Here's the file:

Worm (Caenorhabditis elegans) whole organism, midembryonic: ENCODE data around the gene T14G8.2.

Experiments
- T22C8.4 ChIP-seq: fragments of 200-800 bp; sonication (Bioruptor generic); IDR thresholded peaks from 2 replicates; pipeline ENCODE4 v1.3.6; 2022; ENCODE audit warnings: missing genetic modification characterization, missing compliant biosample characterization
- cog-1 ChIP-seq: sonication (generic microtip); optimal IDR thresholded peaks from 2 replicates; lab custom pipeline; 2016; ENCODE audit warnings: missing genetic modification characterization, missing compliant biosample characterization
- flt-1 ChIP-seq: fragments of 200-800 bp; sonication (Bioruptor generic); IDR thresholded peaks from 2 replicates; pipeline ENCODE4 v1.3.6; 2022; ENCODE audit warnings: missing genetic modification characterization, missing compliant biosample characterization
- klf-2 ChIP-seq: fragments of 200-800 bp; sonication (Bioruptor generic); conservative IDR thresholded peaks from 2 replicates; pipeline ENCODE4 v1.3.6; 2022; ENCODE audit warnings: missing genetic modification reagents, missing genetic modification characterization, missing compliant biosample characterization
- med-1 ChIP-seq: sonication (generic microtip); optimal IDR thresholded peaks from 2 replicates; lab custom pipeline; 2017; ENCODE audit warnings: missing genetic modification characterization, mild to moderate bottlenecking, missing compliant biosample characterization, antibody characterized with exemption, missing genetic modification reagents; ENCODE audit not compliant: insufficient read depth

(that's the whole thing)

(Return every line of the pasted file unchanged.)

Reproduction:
Worm (Caenorhabditis elegans) whole organism, midembryonic: ENCODE data around the gene T14G8.2.

Experiments
- T22C8.4 ChIP-seq: fragments of 200-800 bp; sonication (Bioruptor generic); IDR thresholded peaks from 2 replicates; pipeline ENCODE4 v1.3.6; 2022; ENCODE audit warnings: missing genetic modification characterization, missing compliant biosample characterization
- cog-1 ChIP-seq: sonication (generic microtip); optimal IDR thresholded peaks from 2 replicates; lab custom pipeline; 2016; ENCODE audit warnings: missing genetic modification characterization, missing compliant biosample characterization
- flt-1 ChIP-seq: fragments of 200-800 bp; sonication (Bioruptor generic); IDR thresholded peaks from 2 replicates; pipeline ENCODE4 v1.3.6; 2022; ENCODE audit warnings: missing genetic modification characterization, missing compliant biosample characterization
- klf-2 ChIP-seq: fragments of 200-800 bp; sonication (Bioruptor generic); conservative IDR thresholded peaks from 2 replicates; pipeline ENCODE4 v1.3.6; 2022; ENCODE audit warnings: missing genetic modification reagents, missing genetic modification characterization, missing compliant biosample characterization
- med-1 ChIP-seq: sonication (generic microtip); optimal IDR thresholded peaks from 2 replicates; lab custom pipeline; 2017; ENCODE audit warnings: missing genetic modification characterization, mild to moderate bottlenecking, missing compliant biosample characterization, antibody characterized with exemption, missing genetic modification reagents; ENCODE audit not compliant: insufficient read depth